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"The Illustrator"

Episode 88

Writer:  Teleplay by Robert Marx
Story by Ken Kolb

Director:  Don Medford

Original Air Date:  12/13/1960

 

Cast

Chuck Connors as Lucas McCain

Johnny Crawford as Mark McCain

Paul Fix as Marshal Micah Torrance

 

A visiting portrait painter, known to be a very heavy drinker, is accused of a robbery and murder while under the influence of too much whiskey.  Lucas believes in the man's innocence and concocts a clever scheme using the artist's sketching ability to bring into the open the real killer.

Guest Cast

Dayton Lummis as Colonel Craig

Dayton Lummis was a prolific American character actor of stage, film and television.  He appeared in nearly 140 movies and television shows during a career spanning 30 years.  He studied theater arts at the Martha Oatman School in Los Angeles and made his Broadway debut in 1943.  He is best-remembered for his portrayals of authority figures in anthology series and westerns.  He had several memorable film roles, including Messala in the historical drama "Julius Ceasar" (1953), starring Louis Calhern, Marlon Brando and James Mason; General Douglas MacArthur in the biographical war drama "The Court-Martial of Billy Mitchell" (1955), starring Gary Cooper and Rod Steiger; Judge Groat in the Alfred Hitchcock noir film "The Wrong Man" (1956), starring Henry Fonda and Vera Miles; and Eddington in the film adaptation of Sinclair Lewis' satirical novel "Elmer Gantry" (1960), starring Burt Lancaster and Jean Simmons, as well as minor parts in notable films, including the biographical crime drama "Compulsion" (1959), starring Orson Welles and Dean Stockwell; and the Stanley Kubrick historical action adventure "Spartacus" (1960), starring Kirk Douglas.

Lummis guest-starred in a variety of anthology series, including "Four Star Playhouse" (1952–1962), "The Loretta Young Show" (1953–1961), "G.E. True Theater" (1953–1962) and "Playhouse 90" (1956–1961).  He guest-starred in several other popular television shows of the 1950s through the 60s, including the crime dramas "Dragnet" (1951–1959), "M Squad" (1957–1960), "77 Sunset Strip" (1958–1964) and "Arrest and Trial" (1963–1964), the family comedy "I Love Lucy" (1951–1957), the family drama "Lassie" (1954–1974), the suspense series "Alfred Hitchcock Presents" (1955–1962) and the horror series "Thriller" (1960–1962).  He also had a few recurring roles, including Dr. Hillary Tyson in the family sci-fi "Rocky Jones, Space Ranger" (1954) and Marshal Andy Morrison in the western "Law of the Plainsman" (1959).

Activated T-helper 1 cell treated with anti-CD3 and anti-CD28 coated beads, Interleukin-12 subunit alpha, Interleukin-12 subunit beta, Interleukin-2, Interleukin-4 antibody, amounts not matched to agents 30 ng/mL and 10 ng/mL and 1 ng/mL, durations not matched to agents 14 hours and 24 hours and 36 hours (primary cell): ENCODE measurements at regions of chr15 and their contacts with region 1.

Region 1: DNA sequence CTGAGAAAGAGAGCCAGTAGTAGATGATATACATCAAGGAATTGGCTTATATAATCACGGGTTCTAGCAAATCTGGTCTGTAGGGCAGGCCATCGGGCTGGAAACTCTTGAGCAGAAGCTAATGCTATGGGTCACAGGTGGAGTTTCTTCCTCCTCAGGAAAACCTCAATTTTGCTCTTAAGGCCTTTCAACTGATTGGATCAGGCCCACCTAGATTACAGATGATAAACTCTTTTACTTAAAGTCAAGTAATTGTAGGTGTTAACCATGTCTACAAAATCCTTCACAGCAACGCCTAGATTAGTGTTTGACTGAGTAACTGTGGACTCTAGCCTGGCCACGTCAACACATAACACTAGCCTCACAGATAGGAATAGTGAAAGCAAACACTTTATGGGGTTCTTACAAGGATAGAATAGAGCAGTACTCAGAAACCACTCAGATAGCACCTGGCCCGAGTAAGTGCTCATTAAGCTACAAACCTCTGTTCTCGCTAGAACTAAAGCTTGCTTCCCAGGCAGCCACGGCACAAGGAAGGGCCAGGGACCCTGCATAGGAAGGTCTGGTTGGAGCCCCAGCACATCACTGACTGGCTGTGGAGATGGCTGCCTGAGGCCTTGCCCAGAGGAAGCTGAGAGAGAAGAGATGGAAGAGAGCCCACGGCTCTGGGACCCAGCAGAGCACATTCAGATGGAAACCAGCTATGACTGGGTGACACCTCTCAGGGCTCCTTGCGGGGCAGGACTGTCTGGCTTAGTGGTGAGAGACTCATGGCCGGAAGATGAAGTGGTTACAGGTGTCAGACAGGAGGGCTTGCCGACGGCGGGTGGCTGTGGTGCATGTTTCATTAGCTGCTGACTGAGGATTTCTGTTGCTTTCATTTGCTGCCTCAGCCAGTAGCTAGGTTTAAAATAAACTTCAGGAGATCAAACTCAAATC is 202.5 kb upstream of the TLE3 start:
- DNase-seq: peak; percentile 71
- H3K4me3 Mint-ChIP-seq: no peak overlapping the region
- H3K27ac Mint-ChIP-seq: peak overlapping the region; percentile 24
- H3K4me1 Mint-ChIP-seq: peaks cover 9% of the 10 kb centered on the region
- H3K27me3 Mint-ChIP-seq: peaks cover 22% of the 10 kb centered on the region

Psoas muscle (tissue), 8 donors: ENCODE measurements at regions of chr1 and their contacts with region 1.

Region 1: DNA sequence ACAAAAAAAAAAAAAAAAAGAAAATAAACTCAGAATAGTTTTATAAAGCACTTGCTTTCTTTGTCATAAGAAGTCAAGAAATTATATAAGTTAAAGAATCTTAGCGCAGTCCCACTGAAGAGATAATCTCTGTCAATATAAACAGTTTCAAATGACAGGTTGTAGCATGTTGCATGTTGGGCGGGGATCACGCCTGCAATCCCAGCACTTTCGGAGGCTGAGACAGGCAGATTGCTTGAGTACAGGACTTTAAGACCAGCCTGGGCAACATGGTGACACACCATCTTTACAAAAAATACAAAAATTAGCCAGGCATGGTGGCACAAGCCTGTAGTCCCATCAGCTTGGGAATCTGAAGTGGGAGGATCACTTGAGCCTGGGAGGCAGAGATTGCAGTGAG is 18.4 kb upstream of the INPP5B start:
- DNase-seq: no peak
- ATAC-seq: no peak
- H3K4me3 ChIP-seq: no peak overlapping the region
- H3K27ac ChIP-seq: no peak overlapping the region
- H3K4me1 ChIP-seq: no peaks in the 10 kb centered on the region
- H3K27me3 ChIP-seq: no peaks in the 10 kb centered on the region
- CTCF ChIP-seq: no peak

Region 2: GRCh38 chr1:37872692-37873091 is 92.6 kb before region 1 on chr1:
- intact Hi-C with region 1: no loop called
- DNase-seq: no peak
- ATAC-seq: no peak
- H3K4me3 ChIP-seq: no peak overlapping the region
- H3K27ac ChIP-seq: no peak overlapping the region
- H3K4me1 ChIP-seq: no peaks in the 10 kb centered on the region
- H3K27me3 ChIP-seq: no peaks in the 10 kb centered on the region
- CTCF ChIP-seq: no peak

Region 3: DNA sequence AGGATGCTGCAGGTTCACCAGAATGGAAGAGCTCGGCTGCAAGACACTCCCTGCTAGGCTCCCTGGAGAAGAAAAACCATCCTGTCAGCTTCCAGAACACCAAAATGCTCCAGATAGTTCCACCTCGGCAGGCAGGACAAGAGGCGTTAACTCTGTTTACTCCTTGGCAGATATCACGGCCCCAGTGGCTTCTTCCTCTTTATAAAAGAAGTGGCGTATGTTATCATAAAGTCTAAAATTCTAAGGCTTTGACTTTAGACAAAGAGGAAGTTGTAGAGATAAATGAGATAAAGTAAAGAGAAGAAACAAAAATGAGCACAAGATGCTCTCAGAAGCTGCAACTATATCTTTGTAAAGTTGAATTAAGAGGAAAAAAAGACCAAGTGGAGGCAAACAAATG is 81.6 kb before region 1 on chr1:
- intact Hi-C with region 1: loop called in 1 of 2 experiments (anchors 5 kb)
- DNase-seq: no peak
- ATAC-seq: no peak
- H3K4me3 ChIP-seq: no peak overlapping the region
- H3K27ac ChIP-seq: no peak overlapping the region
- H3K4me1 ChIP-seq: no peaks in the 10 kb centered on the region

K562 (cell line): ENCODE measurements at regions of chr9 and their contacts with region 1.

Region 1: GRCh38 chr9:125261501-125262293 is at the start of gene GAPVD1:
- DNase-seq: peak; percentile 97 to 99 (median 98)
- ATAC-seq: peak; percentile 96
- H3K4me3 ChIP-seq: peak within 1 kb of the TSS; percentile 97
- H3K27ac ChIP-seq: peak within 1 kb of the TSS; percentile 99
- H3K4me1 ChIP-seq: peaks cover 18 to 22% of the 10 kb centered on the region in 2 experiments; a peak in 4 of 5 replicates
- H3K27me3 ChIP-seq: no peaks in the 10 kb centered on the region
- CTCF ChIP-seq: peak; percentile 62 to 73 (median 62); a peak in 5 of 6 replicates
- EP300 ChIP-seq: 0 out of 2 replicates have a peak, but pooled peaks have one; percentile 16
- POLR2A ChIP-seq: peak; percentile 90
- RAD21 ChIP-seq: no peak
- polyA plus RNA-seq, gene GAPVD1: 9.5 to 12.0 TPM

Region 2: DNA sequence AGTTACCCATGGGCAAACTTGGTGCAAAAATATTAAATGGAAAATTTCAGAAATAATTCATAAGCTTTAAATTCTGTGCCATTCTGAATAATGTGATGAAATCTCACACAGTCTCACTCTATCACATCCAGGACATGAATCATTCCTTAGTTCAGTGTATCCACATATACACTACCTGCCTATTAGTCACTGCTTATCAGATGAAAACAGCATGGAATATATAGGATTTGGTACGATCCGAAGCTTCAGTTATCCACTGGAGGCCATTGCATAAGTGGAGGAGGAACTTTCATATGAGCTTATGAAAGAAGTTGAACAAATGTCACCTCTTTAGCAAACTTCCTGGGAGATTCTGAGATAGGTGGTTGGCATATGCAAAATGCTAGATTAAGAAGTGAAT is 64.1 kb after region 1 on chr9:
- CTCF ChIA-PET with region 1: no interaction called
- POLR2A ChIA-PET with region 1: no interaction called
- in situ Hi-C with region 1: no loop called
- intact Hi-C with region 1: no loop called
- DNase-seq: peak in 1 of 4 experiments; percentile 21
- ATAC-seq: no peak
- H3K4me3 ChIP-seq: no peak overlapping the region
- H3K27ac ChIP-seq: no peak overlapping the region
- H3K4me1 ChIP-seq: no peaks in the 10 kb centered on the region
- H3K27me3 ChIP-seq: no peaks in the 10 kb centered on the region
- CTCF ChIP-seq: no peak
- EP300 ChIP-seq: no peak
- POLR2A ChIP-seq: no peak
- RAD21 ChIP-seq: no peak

Lummis made two appearance in THE RIFLEMAN, portraying Jake Shaw in "Lariat" (episode 67) and Colonel Craig in "The Illustrator" (episode 88). He guest-starred in several other westerns, including "Death Valley Days" (1952–1975), hosted by Robert Taylor, "Laramie" (1959–1963), starring John Smith and Robert Fuller, "Cheyenne" (1955–1963), starring Clint Walker, "The Virginian" (1962–1971), starring James Drury, "Wagon Train" (1957–1965), starring John McIntyre and Ward Bond, "Bonanza" (1959–1973), starring Lorne Greene, Michael Landon, Dan Blocker and Pernell Roberts, and "Gunsmoke" (1955–1975), starring James Arness.

Ian Murray as Harley Hannabury

Ian Murray made appearances in seven episodes of THE RIFLEMAN, playing the recurring character of Harley Hannabury in six, including "The Challenge" (episode 28), "Blood Brothers" (episode 35), "Obituary" (episode 44), "The Fourflusher" (episode 72), "Meeting at Midnight" (credited as "Old Man")(episode 74), and "The Illustrator" (episode 88).  He played a Townsman in "The Hangman" (episode 76).